And They Watched Him should be repetitive and unexciting. It fits within the context of the song. They repeatedly watch him at different parts of his life and only the reaction changes but his life ultimately doesn’t… The unexciting repetition is tasteful. Doesn’t mean you had to like it though but at least understand it.


The singing outro on Sunrise V2 doesn’t hint at what it was supposed to be as compared to the original?

Fast rapping for the sake of fast rapping? Demon is an honest and poetic portrayal of his anxiety. Honesty and poetic storytelling are revealed to be two things you like, but not this track? If it’s the production, it’s one thing but Tonedeff isn’t rapping fast for the sake of rapping fast. There’s a very clear message in this song…

Broken Arrow very much fits at the end of CN. It’s a response to the hunter’s competitor nature. Nothing left to slay. As it’s own separate track would not have flowed as well contextually.

Moment gets goofy in the end?

Everyone has a right to their opinion and like/dislike something. So again, I’m not hating on your opinions. Taste is taste. I’m just challenging some of your claims because I genuinely disagree at ‘this is what’s actually happening’ level.

Just to make things clear, I posted my previous post for the sole reason of explaining I had been listening to Tone for a while. Nothing beyond that. Secondly, of course there is things I said that you’ll disagree with, and I apologize. I was just speaking my thoughts unfiltered, it was a listen, type, go sort of thing. Thanks for all your responses. I appreciate that you took the time to read it.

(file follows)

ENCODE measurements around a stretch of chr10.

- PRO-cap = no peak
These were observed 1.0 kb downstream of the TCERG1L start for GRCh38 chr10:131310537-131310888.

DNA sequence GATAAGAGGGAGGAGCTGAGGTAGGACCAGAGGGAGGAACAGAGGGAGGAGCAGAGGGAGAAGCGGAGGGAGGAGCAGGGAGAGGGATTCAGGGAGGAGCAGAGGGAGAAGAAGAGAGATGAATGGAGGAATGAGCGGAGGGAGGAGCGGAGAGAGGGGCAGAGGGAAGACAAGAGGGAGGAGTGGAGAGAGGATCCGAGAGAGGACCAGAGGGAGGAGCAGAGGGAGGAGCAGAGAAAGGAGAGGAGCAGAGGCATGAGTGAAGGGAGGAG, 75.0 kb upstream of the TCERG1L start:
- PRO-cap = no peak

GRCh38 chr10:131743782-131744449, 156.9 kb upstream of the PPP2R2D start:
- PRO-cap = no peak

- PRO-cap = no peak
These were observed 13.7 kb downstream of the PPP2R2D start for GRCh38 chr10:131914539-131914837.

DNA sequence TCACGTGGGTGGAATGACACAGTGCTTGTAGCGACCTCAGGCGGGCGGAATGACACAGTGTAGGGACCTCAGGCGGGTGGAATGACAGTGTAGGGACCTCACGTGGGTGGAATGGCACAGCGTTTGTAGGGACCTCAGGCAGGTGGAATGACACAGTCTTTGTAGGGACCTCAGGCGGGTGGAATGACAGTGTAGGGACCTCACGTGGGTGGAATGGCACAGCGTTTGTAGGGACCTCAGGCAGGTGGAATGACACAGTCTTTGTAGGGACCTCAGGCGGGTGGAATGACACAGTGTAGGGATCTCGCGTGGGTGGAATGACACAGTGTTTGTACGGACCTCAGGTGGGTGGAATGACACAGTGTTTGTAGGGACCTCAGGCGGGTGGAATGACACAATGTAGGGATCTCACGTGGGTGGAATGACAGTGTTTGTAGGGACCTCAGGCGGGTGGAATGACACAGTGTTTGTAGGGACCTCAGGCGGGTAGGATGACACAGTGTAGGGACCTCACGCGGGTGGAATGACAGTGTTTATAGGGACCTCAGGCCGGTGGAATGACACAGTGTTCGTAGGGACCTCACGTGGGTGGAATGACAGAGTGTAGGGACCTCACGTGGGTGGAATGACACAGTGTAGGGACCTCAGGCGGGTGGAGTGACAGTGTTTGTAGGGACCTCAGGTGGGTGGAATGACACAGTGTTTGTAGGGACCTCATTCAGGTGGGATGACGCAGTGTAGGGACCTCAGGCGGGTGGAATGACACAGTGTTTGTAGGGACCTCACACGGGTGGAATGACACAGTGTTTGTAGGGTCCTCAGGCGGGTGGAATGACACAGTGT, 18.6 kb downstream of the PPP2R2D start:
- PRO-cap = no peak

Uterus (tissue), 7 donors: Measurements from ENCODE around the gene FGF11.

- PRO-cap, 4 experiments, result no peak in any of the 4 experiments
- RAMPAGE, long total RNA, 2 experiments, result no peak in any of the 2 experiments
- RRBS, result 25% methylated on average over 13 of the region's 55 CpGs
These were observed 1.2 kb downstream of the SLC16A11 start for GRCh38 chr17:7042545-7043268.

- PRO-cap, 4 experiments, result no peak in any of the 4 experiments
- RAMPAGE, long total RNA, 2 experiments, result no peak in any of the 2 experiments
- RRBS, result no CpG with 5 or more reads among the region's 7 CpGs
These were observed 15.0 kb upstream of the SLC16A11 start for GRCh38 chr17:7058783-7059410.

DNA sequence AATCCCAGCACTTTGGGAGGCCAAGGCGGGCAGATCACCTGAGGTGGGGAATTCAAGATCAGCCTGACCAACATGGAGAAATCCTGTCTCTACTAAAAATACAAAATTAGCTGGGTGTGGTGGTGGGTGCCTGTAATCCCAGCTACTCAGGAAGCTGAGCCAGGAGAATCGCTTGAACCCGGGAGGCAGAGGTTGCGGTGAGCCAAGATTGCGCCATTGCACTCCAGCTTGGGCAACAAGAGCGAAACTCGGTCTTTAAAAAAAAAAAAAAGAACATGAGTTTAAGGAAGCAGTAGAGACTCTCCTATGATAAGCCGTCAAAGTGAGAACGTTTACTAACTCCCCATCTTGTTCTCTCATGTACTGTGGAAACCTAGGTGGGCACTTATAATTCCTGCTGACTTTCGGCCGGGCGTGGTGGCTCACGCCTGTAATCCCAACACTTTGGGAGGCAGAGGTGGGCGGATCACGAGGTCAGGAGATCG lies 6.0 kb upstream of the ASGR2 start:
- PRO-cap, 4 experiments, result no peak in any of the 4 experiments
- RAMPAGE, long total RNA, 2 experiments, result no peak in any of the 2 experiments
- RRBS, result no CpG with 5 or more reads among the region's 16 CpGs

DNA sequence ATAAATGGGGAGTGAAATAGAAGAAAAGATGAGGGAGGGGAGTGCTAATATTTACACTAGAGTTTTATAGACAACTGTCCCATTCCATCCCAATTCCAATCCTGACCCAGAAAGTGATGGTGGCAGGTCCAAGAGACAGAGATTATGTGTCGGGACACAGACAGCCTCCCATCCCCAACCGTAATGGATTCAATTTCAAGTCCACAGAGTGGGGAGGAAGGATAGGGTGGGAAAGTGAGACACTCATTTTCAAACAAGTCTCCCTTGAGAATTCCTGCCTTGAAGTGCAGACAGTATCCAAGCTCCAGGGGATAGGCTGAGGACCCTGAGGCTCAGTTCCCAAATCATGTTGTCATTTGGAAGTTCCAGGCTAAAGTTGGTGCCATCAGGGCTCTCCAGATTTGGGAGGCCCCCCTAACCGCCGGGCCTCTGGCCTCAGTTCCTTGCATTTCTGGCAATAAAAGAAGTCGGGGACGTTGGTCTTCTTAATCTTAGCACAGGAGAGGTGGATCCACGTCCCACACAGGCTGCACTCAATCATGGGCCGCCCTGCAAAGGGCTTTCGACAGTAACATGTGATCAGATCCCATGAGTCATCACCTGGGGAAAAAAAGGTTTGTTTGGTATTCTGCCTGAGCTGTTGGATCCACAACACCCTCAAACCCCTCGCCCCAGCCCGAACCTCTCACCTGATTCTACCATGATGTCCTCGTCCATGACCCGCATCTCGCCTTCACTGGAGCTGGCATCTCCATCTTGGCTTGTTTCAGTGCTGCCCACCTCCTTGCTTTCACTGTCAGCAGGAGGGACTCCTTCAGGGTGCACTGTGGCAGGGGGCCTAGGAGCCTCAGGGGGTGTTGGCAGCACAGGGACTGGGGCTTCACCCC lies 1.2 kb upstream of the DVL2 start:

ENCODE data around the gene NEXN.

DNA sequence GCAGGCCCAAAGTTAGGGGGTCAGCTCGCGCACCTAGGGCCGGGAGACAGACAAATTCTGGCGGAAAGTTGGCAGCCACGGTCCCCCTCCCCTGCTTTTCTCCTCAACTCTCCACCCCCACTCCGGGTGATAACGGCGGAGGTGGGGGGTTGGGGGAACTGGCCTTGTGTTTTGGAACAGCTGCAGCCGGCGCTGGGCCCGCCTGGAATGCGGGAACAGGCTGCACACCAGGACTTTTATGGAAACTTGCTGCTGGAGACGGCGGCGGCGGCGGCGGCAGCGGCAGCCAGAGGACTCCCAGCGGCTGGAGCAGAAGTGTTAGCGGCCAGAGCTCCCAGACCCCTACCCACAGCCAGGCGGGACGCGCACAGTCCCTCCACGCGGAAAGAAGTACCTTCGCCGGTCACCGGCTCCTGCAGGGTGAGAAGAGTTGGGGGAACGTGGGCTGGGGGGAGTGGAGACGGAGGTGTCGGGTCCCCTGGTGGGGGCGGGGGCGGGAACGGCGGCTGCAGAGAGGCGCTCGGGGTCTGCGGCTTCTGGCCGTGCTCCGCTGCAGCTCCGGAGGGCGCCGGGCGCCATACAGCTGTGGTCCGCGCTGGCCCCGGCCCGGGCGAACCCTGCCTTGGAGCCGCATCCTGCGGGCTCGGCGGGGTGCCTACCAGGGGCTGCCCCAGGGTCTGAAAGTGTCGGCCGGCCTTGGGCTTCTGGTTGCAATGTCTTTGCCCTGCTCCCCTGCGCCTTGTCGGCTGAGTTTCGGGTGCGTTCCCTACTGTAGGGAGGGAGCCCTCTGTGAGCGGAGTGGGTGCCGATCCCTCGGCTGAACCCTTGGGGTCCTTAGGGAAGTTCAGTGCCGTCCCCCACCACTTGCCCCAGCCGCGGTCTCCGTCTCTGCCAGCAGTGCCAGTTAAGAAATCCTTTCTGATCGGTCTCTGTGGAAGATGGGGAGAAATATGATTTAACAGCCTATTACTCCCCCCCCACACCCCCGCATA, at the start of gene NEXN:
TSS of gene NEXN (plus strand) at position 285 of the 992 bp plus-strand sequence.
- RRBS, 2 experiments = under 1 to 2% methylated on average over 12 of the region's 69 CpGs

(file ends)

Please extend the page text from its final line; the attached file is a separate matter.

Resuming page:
jinx8402 said:

WeToYou said:But trust me. Look, I don’t think there’s a single person this album would be completely listenable to.

This is the quote I have the single biggest issue with. How do you know this? In fact, I’m sure there are quite a few of us right here on this board that enjoy the entire album, front to back with zero qualms with the direction he went in general and on each song, making each song unique and different while maintaining the quality that we come to expect from a Tonedeff album.

His “I don’t think” statement is no different than your “I’m sure there are” statement.

WaleKilla said:

CleanupCrew said:
Hunter V2 definitely gave me a sad-face. Mostly because the original beat is SO fucking fire it’s ridiculous, was probably my favorite beat on the original EPs.

that was the most out of place beat on all of the EPs tho. Says a lot about what your musical expectations are that the most 2001 sounding beat was your favorite on a record of emo epic synth music imo

Out of place!?

How can you say a beat is out of place when there is a song like Glutton and a song like Phantom on the same album?

By your logic, does Glutton have “the most late-2000s sounding beat”?

worm9103 said:

jinx8402 said: